Chagall ended up spending two years to complete the entire project, and the actual windows installation took almost two months. Displaying his deep, abiding, and profound love for his family, for the Jewish people, and Jewish history, he commented, “All the time I was working [on the windows], I felt my mother and father looking over my shoulder; and behind them were Jews, millions of other vanished Jews of yesterday and a thousand years ago.”
In this July 31, 1962, correspondence on his Vence letterhead, Chagall writes to Madam Tal in Jerusalem thanking her for her support for him and his art, making particular reference to his Jerusalem windows:
Dear Madam [Tal]:
How to thank you for your generosity and the sympathy that you have for me and my art.
I received several articles and the great magazine of Youth with your story on my stained-glass windows. I am deeply touched.
I did not forget our rendezvous and our meeting in Jerusalem. I retain the best memories of you and your attention. I will try to always merit the trust that you have manifested in me.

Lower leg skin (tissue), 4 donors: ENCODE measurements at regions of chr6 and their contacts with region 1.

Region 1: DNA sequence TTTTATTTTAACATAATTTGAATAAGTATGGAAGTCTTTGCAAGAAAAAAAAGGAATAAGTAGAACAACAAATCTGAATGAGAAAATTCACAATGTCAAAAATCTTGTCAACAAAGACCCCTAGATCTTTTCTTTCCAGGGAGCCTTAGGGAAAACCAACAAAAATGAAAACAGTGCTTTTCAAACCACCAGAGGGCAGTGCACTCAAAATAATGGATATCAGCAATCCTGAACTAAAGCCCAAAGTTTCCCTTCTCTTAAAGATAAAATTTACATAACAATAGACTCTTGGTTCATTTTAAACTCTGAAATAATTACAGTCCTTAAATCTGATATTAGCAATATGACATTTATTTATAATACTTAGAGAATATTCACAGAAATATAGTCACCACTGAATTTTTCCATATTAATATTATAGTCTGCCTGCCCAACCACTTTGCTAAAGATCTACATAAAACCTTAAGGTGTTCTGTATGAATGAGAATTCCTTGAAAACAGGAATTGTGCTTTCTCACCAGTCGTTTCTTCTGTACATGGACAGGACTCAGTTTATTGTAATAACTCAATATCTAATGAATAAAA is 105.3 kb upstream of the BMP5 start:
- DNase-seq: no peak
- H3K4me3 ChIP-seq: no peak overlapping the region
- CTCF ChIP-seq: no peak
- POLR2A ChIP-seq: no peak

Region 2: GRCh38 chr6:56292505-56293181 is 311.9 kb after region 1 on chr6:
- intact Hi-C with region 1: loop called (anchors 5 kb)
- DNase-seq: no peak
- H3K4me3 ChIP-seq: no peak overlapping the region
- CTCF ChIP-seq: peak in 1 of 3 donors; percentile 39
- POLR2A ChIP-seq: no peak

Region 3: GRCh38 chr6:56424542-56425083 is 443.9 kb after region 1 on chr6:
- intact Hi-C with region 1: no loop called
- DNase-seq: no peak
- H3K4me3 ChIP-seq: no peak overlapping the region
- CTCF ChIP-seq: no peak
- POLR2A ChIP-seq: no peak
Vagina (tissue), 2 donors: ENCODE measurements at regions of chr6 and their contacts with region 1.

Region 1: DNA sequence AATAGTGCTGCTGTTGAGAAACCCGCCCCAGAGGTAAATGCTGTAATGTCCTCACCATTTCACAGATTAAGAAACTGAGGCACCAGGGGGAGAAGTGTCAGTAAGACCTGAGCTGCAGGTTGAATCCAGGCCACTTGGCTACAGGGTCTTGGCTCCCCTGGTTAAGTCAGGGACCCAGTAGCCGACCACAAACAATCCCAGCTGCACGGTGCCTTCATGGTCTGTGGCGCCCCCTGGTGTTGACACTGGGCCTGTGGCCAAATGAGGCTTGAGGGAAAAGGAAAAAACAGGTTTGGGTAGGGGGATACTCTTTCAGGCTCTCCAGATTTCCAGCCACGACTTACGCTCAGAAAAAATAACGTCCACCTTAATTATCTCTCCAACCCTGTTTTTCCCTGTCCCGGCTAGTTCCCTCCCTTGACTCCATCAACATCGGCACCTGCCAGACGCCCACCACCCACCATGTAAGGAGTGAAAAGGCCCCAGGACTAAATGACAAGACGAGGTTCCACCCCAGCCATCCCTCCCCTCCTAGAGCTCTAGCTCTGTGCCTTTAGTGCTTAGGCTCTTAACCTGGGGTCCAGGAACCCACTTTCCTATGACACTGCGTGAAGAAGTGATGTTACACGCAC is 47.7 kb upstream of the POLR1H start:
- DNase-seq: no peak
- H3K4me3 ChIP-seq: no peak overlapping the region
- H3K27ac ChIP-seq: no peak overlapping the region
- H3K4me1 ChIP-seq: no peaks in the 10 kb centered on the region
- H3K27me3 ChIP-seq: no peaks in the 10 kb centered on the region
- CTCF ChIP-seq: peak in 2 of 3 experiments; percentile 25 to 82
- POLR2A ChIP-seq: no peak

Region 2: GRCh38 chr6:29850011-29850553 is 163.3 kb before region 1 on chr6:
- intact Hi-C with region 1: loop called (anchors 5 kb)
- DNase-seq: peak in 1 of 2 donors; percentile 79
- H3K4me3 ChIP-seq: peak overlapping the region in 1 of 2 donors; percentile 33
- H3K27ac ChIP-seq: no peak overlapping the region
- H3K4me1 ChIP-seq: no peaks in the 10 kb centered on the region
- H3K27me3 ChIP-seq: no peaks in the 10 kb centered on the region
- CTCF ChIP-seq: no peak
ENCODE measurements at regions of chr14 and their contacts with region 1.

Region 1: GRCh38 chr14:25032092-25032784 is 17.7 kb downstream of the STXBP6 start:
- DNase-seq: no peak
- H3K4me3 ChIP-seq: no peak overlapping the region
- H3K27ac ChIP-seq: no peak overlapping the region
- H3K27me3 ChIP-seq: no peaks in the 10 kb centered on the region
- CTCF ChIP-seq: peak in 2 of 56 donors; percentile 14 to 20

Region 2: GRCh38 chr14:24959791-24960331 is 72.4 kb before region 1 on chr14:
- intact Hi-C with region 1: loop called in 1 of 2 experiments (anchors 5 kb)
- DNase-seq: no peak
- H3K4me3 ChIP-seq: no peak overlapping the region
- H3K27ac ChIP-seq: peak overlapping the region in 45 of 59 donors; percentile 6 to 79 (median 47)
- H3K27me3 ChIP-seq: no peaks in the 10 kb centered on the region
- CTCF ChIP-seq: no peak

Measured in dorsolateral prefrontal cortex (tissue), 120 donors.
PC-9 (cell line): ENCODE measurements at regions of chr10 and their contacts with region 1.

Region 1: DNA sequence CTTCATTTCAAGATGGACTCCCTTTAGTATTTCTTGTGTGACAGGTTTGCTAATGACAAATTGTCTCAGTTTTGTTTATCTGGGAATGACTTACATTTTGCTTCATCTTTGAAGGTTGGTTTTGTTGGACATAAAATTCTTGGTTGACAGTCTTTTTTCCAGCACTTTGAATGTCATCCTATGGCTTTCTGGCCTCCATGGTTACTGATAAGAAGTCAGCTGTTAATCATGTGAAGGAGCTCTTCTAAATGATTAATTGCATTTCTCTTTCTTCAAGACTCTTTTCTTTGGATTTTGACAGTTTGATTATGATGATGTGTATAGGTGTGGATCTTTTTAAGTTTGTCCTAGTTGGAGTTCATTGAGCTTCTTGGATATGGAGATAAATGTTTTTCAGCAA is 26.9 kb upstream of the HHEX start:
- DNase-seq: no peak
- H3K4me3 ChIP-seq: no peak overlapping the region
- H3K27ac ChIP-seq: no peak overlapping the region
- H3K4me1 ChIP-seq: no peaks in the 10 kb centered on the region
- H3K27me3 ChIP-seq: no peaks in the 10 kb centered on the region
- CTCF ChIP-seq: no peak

I hope that the synagogue will improve, at least internally. And myself, psychologically, I will try to get used to this architectural situation.
If you come to Europe, I would be happy to see you here in this region where I live.
With my cordial regards,
P.S. You told me one day that Mr. Rosenthal of Russia was interested in me. Little by little, my memory becomes familiar and these memories of my youth make me happy.
Before their final installation at Hadassah, the windows were on view at the Louvre during the summer of 1961 and at the Museum of Modern Art in New York at the end of the year, where an all-time record of 175,000 visitors came to see it during the seven weeks it was on display. President Kennedy sent a telegram to Freund to thank her for arranging for the windows to be exhibited in the United States:
It is with great pleasure that I send greetings to Hadassah, to the Museum of Modern Art and to the individuals who have made it possible for people in the United States to see the extraordinary Chagall stained glass windows. The inspiration of an ancient and noble history and the inspiration of modern artistic genius are combined in these windows. The importance of this cultural event is deepened for us by our knowledge that the windows are destined for the Hadassah-Hebrew University Medical Center near Jerusalem and that by their beauty they will serve and encourage the scientific and humanitarian work done there.